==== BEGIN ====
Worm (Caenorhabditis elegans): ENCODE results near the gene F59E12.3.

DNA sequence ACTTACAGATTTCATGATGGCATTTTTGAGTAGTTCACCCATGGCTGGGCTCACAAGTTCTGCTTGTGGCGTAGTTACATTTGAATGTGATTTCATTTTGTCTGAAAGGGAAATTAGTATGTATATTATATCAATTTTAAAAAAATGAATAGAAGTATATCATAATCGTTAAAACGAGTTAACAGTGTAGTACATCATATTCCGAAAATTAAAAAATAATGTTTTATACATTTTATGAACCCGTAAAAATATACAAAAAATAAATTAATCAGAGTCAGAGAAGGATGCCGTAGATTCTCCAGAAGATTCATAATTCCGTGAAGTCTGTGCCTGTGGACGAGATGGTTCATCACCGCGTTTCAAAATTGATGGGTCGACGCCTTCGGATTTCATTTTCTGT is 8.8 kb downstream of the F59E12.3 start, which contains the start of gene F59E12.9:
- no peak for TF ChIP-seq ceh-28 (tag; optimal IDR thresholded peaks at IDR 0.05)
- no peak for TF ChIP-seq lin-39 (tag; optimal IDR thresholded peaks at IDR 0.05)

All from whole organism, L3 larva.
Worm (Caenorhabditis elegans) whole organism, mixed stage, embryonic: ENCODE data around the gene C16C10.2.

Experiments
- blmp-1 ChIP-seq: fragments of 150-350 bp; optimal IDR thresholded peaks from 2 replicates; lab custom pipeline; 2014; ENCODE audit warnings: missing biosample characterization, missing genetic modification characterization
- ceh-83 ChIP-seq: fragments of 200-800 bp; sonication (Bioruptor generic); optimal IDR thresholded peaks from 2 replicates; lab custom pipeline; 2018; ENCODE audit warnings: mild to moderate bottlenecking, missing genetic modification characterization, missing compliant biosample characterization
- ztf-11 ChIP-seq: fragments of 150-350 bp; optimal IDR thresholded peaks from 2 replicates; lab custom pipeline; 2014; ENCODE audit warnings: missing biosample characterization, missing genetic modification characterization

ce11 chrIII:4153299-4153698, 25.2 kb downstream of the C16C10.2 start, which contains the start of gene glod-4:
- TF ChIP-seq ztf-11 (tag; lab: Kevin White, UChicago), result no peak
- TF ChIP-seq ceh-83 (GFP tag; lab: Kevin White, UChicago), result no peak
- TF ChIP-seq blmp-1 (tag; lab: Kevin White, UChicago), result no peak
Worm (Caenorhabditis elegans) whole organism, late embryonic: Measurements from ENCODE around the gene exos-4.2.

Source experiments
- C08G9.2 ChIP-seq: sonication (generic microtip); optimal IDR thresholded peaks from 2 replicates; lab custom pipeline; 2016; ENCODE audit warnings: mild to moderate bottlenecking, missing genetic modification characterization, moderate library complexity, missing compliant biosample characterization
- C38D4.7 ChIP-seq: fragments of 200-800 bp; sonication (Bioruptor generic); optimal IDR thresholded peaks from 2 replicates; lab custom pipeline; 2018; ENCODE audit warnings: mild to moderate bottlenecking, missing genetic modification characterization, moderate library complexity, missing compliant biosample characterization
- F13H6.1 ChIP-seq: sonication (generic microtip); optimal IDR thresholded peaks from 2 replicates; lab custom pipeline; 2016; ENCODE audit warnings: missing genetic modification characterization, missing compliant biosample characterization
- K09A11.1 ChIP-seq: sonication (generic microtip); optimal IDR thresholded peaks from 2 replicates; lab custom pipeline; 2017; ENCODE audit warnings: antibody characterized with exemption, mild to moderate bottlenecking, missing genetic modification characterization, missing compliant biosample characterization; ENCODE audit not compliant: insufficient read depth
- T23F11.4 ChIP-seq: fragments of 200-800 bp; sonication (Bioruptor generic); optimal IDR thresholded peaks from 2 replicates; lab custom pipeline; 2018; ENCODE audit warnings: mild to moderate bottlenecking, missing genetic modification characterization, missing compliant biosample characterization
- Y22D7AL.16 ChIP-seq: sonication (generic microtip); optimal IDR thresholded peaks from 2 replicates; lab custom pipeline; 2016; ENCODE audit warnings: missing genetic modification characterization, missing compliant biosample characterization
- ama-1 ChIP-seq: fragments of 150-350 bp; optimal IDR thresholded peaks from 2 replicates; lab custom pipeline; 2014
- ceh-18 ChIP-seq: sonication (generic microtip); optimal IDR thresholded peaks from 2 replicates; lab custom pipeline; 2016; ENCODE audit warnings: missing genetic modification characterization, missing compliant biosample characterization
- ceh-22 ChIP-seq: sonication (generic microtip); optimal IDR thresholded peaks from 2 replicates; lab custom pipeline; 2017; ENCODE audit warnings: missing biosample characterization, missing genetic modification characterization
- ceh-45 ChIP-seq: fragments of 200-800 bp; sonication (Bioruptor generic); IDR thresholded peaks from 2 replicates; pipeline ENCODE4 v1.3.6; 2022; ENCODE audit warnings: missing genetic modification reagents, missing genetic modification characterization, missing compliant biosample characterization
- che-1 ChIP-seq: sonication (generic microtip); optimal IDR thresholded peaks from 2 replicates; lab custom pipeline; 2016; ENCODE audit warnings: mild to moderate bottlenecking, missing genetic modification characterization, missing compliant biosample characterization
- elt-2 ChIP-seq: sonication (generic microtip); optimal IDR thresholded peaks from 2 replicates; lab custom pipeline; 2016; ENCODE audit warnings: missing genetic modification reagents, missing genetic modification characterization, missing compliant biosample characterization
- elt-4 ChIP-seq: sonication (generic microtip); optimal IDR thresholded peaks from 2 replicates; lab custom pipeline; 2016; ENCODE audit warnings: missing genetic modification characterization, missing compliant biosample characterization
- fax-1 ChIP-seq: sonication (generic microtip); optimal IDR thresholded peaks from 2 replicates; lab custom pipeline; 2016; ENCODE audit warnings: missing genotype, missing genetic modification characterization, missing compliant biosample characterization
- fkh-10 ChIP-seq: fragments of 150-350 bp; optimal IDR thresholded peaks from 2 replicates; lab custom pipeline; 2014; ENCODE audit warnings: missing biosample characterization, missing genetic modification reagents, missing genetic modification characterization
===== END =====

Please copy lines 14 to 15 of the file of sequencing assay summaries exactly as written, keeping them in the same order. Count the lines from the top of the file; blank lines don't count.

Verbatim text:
- TF ChIP-seq blmp-1 (tag; lab: Kevin White, UChicago), result no peak
Worm (Caenorhabditis elegans) whole organism, late embryonic: Measurements from ENCODE around the gene exos-4.2.